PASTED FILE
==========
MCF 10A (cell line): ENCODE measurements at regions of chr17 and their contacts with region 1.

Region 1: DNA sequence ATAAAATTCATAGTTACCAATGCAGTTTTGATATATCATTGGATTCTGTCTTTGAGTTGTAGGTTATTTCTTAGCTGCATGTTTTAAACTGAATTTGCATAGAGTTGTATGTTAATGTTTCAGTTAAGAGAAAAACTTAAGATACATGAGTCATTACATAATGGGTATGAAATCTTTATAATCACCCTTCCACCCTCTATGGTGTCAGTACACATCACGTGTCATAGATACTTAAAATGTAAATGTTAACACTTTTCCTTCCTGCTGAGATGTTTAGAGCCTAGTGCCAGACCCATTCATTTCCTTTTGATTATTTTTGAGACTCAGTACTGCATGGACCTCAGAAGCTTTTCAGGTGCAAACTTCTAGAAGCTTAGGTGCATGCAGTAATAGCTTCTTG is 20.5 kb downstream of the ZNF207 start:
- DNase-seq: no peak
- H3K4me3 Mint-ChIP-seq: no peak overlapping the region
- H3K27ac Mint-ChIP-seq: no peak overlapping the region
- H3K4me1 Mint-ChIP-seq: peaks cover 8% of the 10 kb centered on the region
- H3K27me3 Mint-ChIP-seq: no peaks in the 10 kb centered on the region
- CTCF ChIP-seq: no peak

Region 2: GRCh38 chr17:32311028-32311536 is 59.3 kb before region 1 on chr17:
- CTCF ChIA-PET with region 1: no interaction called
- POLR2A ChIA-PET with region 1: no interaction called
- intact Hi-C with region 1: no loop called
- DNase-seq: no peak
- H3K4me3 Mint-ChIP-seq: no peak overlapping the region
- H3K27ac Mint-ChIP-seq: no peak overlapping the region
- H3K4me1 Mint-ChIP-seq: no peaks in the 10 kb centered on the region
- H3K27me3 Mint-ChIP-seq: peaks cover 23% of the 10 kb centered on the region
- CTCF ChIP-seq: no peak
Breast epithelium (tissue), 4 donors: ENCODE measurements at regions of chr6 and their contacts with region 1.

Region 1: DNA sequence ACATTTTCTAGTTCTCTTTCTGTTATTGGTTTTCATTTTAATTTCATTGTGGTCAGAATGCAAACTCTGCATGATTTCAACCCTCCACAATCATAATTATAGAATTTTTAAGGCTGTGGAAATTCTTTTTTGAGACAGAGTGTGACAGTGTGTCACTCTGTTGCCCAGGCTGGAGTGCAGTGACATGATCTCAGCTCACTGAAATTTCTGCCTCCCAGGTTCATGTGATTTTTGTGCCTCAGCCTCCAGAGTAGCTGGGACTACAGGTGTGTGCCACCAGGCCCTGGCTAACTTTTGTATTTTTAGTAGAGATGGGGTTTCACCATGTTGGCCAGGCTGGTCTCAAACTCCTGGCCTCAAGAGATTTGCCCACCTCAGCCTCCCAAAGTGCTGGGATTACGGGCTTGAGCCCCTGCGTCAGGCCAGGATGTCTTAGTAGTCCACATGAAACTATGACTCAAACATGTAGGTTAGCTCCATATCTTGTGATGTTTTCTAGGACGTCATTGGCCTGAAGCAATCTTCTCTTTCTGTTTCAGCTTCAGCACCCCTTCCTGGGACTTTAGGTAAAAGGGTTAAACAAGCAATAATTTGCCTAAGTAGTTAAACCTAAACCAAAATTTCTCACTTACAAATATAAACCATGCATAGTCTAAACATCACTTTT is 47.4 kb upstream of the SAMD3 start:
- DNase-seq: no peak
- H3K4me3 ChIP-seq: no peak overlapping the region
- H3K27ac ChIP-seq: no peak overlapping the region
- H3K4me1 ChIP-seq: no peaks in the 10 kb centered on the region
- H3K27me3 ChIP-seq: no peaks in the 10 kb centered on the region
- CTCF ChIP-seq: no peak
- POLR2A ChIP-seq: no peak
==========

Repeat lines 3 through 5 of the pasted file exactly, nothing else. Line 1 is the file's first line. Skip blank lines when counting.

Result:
- DNase-seq: no peak
- H3K4me3 Mint-ChIP-seq: no peak overlapping the region
- H3K27ac Mint-ChIP-seq: no peak overlapping the region